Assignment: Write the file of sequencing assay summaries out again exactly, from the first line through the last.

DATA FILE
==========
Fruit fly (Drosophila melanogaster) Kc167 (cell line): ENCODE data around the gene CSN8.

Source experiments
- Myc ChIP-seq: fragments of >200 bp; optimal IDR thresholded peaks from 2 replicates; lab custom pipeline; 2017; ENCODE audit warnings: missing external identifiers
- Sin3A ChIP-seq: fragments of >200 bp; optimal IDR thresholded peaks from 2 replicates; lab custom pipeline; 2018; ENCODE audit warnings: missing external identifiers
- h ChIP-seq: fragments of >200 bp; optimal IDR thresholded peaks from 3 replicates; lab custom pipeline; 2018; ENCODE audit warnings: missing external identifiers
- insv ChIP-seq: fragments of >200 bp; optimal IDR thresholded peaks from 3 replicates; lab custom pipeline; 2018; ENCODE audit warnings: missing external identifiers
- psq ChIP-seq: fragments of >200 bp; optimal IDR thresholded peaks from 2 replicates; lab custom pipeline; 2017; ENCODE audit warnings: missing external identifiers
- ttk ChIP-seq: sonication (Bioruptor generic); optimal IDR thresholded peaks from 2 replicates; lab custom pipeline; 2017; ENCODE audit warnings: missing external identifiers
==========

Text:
Fruit fly (Drosophila melanogaster) Kc167 (cell line): ENCODE data around the gene CSN8.

Source experiments
- Myc ChIP-seq: fragments of >200 bp; optimal IDR thresholded peaks from 2 replicates; lab custom pipeline; 2017; ENCODE audit warnings: missing external identifiers
- Sin3A ChIP-seq: fragments of >200 bp; optimal IDR thresholded peaks from 2 replicates; lab custom pipeline; 2018; ENCODE audit warnings: missing external identifiers
- h ChIP-seq: fragments of >200 bp; optimal IDR thresholded peaks from 3 replicates; lab custom pipeline; 2018; ENCODE audit warnings: missing external identifiers
- insv ChIP-seq: fragments of >200 bp; optimal IDR thresholded peaks from 3 replicates; lab custom pipeline; 2018; ENCODE audit warnings: missing external identifiers
- psq ChIP-seq: fragments of >200 bp; optimal IDR thresholded peaks from 2 replicates; lab custom pipeline; 2017; ENCODE audit warnings: missing external identifiers
- ttk ChIP-seq: sonication (Bioruptor generic); optimal IDR thresholded peaks from 2 replicates; lab custom pipeline; 2017; ENCODE audit warnings: missing external identifiers